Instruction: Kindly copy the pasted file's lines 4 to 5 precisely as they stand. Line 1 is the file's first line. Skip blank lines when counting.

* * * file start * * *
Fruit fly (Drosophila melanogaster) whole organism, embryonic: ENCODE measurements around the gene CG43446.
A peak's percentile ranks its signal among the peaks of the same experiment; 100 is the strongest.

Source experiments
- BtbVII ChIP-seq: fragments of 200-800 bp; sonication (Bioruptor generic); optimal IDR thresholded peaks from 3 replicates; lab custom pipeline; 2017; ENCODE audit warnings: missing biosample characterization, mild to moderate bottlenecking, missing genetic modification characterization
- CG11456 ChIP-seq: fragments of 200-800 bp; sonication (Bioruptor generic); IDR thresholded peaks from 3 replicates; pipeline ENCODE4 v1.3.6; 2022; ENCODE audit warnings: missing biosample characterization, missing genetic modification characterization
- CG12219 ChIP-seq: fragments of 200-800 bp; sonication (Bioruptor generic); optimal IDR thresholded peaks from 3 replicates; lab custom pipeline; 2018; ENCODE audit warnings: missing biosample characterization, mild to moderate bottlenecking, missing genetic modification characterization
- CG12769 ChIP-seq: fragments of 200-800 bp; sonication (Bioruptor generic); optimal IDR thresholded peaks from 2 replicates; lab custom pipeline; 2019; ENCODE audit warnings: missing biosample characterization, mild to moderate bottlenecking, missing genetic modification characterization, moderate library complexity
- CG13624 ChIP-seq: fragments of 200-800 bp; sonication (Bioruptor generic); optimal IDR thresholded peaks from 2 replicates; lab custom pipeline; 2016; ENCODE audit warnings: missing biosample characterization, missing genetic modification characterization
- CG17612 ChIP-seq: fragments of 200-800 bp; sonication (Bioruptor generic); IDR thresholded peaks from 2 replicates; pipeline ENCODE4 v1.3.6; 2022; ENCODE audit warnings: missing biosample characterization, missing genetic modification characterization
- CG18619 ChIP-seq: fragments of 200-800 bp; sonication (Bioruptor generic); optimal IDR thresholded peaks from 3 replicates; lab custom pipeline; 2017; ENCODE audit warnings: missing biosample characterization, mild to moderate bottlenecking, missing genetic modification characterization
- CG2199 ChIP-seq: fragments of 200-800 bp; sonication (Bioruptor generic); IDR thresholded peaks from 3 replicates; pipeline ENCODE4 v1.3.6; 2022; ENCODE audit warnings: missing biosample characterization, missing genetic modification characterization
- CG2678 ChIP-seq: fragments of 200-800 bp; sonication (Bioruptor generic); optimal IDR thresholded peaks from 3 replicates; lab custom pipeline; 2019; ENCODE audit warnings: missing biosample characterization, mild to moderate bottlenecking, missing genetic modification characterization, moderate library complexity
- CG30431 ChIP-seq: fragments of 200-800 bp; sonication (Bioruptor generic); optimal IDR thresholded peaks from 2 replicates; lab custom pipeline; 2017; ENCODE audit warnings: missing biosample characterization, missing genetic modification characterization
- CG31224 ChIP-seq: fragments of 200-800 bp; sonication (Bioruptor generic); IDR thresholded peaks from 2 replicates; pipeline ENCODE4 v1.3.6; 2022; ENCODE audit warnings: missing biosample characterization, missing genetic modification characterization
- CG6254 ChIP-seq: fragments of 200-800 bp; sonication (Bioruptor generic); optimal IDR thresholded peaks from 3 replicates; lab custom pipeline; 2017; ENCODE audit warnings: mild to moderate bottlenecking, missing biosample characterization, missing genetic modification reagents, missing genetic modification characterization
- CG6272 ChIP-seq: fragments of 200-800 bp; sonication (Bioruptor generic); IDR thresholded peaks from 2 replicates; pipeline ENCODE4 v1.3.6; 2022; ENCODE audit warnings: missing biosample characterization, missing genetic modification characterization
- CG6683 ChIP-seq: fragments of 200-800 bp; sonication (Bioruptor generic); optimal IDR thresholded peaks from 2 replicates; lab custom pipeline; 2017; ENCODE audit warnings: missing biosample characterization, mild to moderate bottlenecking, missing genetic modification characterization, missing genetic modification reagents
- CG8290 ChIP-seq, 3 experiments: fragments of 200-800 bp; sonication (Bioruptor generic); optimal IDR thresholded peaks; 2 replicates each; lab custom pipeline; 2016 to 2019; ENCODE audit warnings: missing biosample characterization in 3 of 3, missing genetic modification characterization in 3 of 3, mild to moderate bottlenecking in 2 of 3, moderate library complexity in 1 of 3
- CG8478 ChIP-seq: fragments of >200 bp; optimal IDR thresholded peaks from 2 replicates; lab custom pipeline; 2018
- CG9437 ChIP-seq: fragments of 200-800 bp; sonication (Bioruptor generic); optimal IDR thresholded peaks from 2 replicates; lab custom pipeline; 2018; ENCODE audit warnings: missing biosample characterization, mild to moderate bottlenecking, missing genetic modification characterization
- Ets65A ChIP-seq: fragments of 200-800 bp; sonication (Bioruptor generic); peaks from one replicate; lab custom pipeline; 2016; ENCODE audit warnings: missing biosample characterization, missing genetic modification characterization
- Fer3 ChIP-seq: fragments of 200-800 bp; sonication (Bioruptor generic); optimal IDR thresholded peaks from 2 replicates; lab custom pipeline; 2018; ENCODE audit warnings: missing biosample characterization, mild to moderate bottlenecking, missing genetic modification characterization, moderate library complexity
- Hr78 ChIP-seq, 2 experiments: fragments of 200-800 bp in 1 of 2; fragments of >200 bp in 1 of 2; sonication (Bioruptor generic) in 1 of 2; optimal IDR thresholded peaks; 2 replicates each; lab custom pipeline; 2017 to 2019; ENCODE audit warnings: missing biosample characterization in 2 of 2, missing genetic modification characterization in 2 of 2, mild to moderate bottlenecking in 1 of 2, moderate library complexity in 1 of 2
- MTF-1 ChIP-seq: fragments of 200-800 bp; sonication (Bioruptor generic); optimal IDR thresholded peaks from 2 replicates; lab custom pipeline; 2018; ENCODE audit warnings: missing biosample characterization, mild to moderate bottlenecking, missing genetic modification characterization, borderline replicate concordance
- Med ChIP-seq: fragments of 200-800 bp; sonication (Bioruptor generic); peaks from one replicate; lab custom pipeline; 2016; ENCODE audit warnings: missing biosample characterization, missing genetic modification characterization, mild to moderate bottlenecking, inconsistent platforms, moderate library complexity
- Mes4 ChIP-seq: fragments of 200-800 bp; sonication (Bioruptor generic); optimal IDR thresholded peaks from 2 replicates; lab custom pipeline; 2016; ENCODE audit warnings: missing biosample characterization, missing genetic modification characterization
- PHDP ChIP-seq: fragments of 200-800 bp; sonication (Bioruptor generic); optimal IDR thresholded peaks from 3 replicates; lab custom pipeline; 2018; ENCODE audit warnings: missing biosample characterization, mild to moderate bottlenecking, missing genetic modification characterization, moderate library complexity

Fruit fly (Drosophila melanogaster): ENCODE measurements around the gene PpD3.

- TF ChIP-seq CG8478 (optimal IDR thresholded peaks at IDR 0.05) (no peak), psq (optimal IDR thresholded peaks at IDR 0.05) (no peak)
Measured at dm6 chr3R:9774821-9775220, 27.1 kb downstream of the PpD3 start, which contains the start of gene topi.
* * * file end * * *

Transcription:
- BtbVII ChIP-seq: fragments of 200-800 bp; sonication (Bioruptor generic); optimal IDR thresholded peaks from 3 replicates; lab custom pipeline; 2017; ENCODE audit warnings: missing biosample characterization, mild to moderate bottlenecking, missing genetic modification characterization
- CG11456 ChIP-seq: fragments of 200-800 bp; sonication (Bioruptor generic); IDR thresholded peaks from 3 replicates; pipeline ENCODE4 v1.3.6; 2022; ENCODE audit warnings: missing biosample characterization, missing genetic modification characterization